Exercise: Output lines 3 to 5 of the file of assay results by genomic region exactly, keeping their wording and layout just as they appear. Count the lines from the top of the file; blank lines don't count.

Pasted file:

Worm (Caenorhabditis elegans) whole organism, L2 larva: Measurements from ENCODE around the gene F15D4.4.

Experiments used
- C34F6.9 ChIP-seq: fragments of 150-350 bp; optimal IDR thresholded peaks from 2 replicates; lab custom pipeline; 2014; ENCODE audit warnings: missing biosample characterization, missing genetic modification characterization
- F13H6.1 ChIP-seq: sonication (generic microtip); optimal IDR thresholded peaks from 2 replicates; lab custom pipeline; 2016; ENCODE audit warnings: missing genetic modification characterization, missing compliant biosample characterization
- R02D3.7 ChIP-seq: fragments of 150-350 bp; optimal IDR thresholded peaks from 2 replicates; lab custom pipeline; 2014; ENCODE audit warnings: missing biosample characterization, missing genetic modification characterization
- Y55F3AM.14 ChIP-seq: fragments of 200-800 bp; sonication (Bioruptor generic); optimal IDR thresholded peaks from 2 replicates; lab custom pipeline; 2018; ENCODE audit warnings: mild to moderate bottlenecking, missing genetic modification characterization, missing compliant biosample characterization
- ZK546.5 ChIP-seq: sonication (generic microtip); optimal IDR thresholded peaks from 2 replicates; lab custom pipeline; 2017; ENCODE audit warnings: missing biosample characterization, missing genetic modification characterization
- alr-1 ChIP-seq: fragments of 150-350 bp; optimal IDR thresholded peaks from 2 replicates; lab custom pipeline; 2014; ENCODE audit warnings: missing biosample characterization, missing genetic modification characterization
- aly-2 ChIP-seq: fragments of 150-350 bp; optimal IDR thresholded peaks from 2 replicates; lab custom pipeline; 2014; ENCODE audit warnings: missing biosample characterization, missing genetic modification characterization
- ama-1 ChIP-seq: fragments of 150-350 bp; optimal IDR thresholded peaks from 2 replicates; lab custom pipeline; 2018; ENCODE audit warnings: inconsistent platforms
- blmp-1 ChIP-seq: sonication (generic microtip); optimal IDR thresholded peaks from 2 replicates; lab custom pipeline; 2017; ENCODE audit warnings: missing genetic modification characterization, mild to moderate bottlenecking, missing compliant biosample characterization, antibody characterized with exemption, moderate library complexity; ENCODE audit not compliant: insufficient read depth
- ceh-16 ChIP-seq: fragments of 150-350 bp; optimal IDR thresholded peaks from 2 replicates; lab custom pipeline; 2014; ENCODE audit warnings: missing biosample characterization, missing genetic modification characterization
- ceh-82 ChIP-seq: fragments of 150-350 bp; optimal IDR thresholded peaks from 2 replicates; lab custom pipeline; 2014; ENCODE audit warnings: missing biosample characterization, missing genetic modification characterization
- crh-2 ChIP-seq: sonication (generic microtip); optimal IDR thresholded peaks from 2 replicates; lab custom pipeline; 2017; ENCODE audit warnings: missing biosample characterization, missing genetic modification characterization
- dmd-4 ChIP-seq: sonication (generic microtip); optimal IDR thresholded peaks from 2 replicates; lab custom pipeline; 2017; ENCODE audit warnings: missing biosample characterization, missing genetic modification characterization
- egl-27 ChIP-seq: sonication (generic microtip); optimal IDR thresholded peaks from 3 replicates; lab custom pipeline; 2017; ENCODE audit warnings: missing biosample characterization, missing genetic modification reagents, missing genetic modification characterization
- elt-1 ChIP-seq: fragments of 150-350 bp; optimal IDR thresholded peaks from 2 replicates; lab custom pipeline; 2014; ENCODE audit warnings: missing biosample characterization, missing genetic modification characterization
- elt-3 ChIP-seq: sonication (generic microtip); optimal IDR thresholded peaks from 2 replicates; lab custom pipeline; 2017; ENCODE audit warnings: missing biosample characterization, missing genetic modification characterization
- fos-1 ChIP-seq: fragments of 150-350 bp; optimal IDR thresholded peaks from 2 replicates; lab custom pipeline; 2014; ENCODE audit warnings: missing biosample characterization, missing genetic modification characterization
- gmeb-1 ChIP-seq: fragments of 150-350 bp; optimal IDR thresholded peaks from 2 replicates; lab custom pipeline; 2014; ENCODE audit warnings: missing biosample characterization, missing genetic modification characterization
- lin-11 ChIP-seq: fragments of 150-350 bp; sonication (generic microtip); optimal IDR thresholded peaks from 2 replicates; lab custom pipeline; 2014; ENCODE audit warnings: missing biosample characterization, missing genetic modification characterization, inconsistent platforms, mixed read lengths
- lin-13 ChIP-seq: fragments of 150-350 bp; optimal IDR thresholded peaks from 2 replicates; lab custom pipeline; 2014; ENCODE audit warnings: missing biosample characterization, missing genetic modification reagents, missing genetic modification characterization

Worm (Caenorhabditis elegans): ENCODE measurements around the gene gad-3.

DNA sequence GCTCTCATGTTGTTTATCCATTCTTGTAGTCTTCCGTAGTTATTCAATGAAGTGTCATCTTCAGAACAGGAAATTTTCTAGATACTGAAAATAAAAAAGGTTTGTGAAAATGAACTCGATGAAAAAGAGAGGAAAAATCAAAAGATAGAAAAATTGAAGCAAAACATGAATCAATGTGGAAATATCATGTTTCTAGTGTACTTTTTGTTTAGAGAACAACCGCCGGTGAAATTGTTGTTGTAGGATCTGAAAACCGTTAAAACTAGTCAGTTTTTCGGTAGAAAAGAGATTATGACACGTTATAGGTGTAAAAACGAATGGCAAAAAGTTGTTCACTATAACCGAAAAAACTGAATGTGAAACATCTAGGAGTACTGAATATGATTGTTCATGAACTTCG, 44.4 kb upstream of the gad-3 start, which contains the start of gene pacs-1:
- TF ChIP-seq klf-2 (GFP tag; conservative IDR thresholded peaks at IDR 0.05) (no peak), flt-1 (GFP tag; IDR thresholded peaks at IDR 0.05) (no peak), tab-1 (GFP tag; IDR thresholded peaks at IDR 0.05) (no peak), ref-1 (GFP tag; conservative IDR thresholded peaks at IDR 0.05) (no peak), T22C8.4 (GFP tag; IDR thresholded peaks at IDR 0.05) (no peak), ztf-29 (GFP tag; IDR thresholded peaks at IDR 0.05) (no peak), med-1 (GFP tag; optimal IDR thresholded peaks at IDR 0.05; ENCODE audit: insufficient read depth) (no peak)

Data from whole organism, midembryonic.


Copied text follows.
- C34F6.9 ChIP-seq: fragments of 150-350 bp; optimal IDR thresholded peaks from 2 replicates; lab custom pipeline; 2014; ENCODE audit warnings: missing biosample characterization, missing genetic modification characterization
- F13H6.1 ChIP-seq: sonication (generic microtip); optimal IDR thresholded peaks from 2 replicates; lab custom pipeline; 2016; ENCODE audit warnings: missing genetic modification characterization, missing compliant biosample characterization
- R02D3.7 ChIP-seq: fragments of 150-350 bp; optimal IDR thresholded peaks from 2 replicates; lab custom pipeline; 2014; ENCODE audit warnings: missing biosample characterization, missing genetic modification characterization